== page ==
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Last night I made a pledge... A review of the He Died Waiting book launch.

On the 11th February 2021, the University of Essex Social Work and Social Justice department and the charity, Mental Health Time for Action, co-hosted a launch for my book, He Died Waiting. I was honoured to be supported by inspirational speakers, Professor Sara Ryan (author of Justice for Laughing Boy who wrote the foreword to my book), Caroline Bald (social work lecturer), Rachel Bannister (chair of Mental Health Time for Action), and Claire Skilleter (Practice Education Lead). 136 people, including family and friends, students, practitioners, carers, bereaved relatives, people who need services, MPs, and leaders and academics from across social work and mental health, joined via Zoom. The ‘chat’ function was very busy as listeners responded to the speakers and made pledges to take action. The conversation continued on Twitter and the next day, Rose Matthews (@NortherlyRose) tweeted an eloquent account of her experiences of mental health services and the book launch. She has kindly converted the thread into the following blog:

“Last night I made a pledge...

The crisis in mental health services is no secret. Lives have been lost and ruined. Family and friends left bereft with grief. We’re told repeatedly lessons have been learnt. But have they? It’s time to make ‘good trouble’ about this.

‘Out of sight, out of mind’ or so the saying goes. That’s how people with severe mental illness were dealt with in my childhood. The psychiatric hospital, in its forbidding Victorian building, was somewhere you got ‘put away’. I volunteered there. It was full of misery.

But how are things now? It’s five decades since I first met people suffering terribly because mental health services ignored them, or abused them. With all the advances in our understanding of mental health surely things are very different these days? I wish I could say so.

The commitment I made is a #PledgeForTim. It’s also a pledge for Connor, Zoe, Becky... so many more. Tim died waiting because he didn’t ‘fit’ services. As his mum said, people like Tim with ‘complex needs’ are often called ‘difficult to engage’, when it’s services that are.

It’s not just mental health services that are inflicting terrible harm by neglecting and abusing people. It’s all the other agencies too, housing, DWP, primary care, police.

This blog is about what needs to change, based on my own and other people’s experiences.

Part of the problem with mental health services is that we only really find out what they’re like when we try to use them, or someone close to us does. Some good people work in mental health, and some people get a good mental health service.

But this isn’t always the case.

If anyone should have been able to navigate mental health services I should have.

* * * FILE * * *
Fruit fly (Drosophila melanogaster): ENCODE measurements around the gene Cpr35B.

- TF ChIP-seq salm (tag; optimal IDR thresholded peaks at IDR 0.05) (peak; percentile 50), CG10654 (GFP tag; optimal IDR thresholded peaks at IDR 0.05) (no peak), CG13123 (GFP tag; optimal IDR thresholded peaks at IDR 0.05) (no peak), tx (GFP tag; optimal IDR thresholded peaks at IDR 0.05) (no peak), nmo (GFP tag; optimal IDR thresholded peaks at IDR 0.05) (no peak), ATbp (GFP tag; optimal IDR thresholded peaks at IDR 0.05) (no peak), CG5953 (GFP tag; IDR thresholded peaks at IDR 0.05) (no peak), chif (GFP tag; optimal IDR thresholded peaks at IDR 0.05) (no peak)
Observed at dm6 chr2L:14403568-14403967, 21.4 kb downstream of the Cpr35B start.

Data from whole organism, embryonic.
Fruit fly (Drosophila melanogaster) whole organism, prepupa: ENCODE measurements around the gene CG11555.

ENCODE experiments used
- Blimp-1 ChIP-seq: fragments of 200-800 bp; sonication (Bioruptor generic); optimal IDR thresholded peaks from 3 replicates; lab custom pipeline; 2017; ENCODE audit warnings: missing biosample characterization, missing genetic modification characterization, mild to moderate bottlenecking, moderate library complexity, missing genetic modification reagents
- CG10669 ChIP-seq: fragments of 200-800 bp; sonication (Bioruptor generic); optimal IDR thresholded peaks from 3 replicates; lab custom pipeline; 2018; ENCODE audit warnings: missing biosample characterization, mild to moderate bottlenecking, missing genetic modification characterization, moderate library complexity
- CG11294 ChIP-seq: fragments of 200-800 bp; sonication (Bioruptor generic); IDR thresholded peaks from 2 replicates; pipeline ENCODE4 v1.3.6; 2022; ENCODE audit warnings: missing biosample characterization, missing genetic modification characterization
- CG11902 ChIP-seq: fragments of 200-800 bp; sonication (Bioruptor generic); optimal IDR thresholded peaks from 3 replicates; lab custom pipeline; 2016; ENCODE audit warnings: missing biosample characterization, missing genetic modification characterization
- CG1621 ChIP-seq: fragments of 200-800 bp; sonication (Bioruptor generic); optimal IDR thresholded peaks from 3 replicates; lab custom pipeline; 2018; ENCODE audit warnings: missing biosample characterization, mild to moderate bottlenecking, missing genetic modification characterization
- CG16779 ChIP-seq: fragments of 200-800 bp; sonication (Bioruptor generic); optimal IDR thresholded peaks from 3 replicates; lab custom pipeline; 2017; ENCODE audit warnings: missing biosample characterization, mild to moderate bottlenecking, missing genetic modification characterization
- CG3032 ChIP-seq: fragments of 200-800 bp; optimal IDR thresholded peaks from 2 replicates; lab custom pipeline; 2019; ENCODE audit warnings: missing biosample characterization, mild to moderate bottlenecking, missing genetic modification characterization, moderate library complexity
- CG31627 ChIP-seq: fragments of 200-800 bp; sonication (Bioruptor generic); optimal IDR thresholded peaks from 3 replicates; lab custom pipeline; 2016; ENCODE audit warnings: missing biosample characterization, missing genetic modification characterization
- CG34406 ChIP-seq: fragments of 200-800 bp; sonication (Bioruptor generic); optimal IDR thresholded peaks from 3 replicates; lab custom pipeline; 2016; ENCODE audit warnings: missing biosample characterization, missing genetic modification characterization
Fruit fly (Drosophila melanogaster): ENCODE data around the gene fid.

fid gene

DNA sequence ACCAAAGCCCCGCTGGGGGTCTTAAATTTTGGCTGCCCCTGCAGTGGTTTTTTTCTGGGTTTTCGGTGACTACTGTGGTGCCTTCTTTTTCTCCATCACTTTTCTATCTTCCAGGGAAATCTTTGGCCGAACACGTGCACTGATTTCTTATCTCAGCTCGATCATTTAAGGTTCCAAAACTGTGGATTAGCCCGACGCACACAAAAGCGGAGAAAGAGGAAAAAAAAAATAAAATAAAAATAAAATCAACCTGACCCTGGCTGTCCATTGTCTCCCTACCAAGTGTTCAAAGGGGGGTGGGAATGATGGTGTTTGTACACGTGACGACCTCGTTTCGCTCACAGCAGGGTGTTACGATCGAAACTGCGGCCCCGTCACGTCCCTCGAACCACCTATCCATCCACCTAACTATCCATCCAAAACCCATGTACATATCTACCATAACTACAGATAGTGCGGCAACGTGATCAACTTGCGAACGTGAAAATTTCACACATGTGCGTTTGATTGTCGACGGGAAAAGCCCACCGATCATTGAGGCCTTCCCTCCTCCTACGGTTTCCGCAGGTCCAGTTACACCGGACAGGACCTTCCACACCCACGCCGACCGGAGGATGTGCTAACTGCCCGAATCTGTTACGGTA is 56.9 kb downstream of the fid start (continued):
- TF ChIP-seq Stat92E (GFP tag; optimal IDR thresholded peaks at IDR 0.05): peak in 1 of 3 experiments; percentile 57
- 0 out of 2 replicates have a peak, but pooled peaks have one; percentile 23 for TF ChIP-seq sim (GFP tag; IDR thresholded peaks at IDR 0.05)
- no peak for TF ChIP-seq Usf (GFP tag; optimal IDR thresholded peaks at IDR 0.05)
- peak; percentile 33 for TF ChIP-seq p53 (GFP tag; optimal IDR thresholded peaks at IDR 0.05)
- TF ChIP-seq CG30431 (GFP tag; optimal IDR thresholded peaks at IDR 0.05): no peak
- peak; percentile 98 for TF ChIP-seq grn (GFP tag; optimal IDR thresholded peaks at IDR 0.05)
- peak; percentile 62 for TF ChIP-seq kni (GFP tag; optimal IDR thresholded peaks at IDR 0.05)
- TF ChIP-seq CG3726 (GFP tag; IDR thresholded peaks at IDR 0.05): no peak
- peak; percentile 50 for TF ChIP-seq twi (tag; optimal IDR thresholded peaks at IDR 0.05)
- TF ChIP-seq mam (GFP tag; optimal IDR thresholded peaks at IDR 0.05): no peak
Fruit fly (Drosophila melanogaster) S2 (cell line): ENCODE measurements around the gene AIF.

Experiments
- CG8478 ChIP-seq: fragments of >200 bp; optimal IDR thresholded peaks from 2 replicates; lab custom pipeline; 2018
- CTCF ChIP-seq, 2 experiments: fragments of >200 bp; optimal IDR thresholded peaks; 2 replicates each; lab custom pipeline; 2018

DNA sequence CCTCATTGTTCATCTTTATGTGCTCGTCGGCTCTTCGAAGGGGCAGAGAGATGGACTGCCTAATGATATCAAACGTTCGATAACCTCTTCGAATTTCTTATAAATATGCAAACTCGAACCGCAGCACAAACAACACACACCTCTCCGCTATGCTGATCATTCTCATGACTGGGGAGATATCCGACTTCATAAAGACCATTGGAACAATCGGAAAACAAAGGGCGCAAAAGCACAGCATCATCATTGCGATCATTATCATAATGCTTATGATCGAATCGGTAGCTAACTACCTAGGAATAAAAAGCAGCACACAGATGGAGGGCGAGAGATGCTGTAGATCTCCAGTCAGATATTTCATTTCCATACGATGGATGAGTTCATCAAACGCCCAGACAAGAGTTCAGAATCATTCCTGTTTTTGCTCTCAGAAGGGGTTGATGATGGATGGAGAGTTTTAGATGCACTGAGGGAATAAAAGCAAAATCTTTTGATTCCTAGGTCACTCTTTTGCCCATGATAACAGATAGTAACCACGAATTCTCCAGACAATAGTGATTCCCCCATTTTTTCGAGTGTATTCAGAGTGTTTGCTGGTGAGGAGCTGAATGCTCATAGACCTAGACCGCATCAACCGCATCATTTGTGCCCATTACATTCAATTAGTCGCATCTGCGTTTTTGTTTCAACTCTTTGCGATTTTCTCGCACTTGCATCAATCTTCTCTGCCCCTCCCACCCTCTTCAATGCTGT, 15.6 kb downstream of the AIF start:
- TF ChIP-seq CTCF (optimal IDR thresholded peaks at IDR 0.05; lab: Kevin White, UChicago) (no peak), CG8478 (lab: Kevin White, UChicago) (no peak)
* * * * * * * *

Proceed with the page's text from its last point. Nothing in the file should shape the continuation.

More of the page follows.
I’d volunteered in them, worked in them, researched them, lectured on them.

But when I needed support that went beyond what my GP and family and friends could provide I was terribly let down.

The first problem I encountered was that I didn’t ‘fit’ the service. In the summer of 2018 I had referred myself for autism assessment and I was in crisis. IAPT (Improving Access to Pyschological Therapies) had little experience of working with autistic people and communicating with them was confusing and distressing.

This was my first experience of being spoken to harshly and without any empathy or compassion. I was annoying because I wouldn’t say what they wanted me to. What value does a risk assessment have if it isn’t based on truth?

Deemed ‘too complex’ I was passed on to the CMHT (Community Mental Health Team). The gateway process gave me hope. I was seen by someone who understood #trauma and whose partner was trained in EMDR (Eye Movement, Desensitisation and Reprocessing). I really believed I was on the point of getting the kind of specialist help I needed. But from then on things started going terribly wrong

Each time I was seen by a Psychology Assistant my distress increased. I dreaded going. The service was described as ‘trauma informed’, but clearly wasn’t. Imagine going to hospital with a broken leg, and having someone jump on it, then give you a paracetamol for the pain.

My partner came with me and he was horrified by what happened. No reference to previous meetings, no structure or purpose. I’d assumed I was being assessed, but we were told I actually had a formulation and a care plan. I had never even seen these, so we asked for copies.

When I read the formulation and care plan I was acutely distressed. Not only had they muddled up details of my life, so it didn’t even seem to relate to me, EUPD (Emotionally Unstable Personality Disorder) had been added, when my only diagnosis was autism. And the formulation actually said “no evidence of trauma”.